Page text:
Since the foundation of SnT, our researchers have been working hand in hand with the satellite industry and public space sector on innovative research projects. With NewSpace industry opportunities and partnerships emerging across the heart of Europe, our centre has expanded and formalised these space competencies into an entirely new master’s degree programme. The Interdisciplinary Space Master (ISM) was developed in partnership with the Luxembourg Space Agency and co-hosted by SnT, alongside the Faculty of Science, Technology and Medicine. With Luxembourg’s space sector already accounting for 2% of the country’s GDP, and opportunities growing every day, the ISM aims to generate a talent pool of professionals able to answer the needs of the sophisticated and innovative companies who choose the Grand Duchy as their base. It is an education that works hand in hand with the nation’s economic strategy for space.
In 2020, three new labs constructed for the ISM at SnT’s facilities on Campus Kirchberg welcomed the first group of students (the 2019 cohort) through their doors. The programme is designed to give students not only the scientific competencies they need to succeed, but also the business acumen necessary to ensure that their success is sustainable. To attain these objectives, the ISM uses a project-based learning approach, of which the labs are a key part.
One way that the ISM teaches students to pursue scientific excellence with business smarts is through its Concurrent Design Facility (CDF), which was officially unveiled in 2020. At the CDF, students learn how to facilitate and participate in concurrent engineering, a state-of-the-art design methodology that encourages engineers to work in parallel on the same project, rather than sequentially. This approach greatly improves the quality of the final result, in addition to keeping costs down and schedules on time.
“I envision the CDF like a sophisticated ‘Swiss Army knife’ of space system design. As the knife can become a different tool for various situations, our facility’s configuration can also be changed depending on the desired application — be it designing a spacecraft, planning the architecture of a space system, conducting feasibility studies, or strategic forecasting, to name but a few” says Dr. Loveneesh Rana, Head of the Concurrent Design Facility (CDF). “Our Facility can be used in a vast range of design applications, from designing a single satellite to an entire lunar establishment akin to NASA’s Artemis program,” he adds.
To be truly agile in today’s budding space industries, you need more than just concurrent design practices. Another key component of the new space race is innovative hardware: components with fast turnaround times and low costs, that allow businesses to experiment and pivot. An example of this is a CubeSat, a small satellite constituted by one to six units measuring 10cm3 and weighing no more than 1.22 kg. These units often make use of off-the-shelf commercial electronics and hardware, making CubeSats inexpensive and flexible, and giving businesses the opportunity to innovate according to agile design principles — an approach that is inconceivable in traditional satellite systems.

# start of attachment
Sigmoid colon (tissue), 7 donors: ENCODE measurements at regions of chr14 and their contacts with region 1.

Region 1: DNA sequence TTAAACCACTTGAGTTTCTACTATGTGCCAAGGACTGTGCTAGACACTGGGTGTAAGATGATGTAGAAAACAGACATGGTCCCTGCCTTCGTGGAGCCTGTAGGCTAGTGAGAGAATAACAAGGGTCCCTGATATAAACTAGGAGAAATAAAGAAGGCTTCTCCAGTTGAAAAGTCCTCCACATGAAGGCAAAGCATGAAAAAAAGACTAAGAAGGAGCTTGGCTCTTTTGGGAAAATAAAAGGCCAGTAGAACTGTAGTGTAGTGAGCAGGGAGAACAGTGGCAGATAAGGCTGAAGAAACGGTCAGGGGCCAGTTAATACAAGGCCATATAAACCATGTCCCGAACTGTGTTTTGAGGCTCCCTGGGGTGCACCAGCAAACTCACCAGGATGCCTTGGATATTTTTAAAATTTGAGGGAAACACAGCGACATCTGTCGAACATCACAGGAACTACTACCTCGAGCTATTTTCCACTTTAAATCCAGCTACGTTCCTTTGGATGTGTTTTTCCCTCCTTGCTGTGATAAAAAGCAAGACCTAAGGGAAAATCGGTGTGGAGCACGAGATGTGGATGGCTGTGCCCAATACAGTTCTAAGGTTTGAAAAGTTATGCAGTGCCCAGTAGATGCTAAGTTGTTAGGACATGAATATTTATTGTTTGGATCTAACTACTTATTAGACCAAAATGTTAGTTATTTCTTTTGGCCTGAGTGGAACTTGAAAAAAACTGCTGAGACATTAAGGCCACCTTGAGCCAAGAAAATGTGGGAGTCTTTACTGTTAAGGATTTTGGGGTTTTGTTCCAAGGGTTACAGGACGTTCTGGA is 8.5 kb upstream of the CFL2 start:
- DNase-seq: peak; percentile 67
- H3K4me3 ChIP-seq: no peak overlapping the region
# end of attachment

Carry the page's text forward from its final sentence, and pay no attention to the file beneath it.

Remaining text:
At SnT, students have the opportunity to get to know this crucial NewSpace technology at the CubeSat Lab. “Once the students complete this laboratory, they will know what a satellite mission is all about. They will know how to design a satellite using modularity, a type of high-level design called system engineering,” says Dr. Jan Thoemel, who leads the lab. In 2019, the first cohort of students participated in CubeSat projects at the newly opened CubeSat Lab. “Within three semesters these students gained a comprehensive understanding of satellite missions with a focus on the CubeSat technology, “ says Thoemel. In fact, in less than two semesters, the students successfully conceived, designed and developed GOLDCREST, a CubeSat project to measure soil moisture.
Space innovation at SnT isn’t limited to what is in orbit — our students also have the opportunity to explore the challenges and rewards of the new lunar frontier at our recently constructed LunaLab. This unique facility mimics the conditions that rovers and their relatives must contend with when operating on the surface of Earth’s only natural satellite.
In 2020, the LunaLab hosted its first-ever Luna challenge as a part of the global Act in Space Hackathon. The challenge, headed by Prof. Miguel Olivares Mendez, Head of the LunaLab, asked teams to tackle the real-world problem of designing a lunar rover to find ice on the moon (a critical resource to enable sustained space operations). “We wanted the young people who participated in our challenge to get a sense of the entire development cycle of a lunar rover,” said Prof. Olivares-Mendez.
This is an opportunity that will contribute to shaping the future of space exploration, and part of the study programme of the Interdisciplinary Space Master.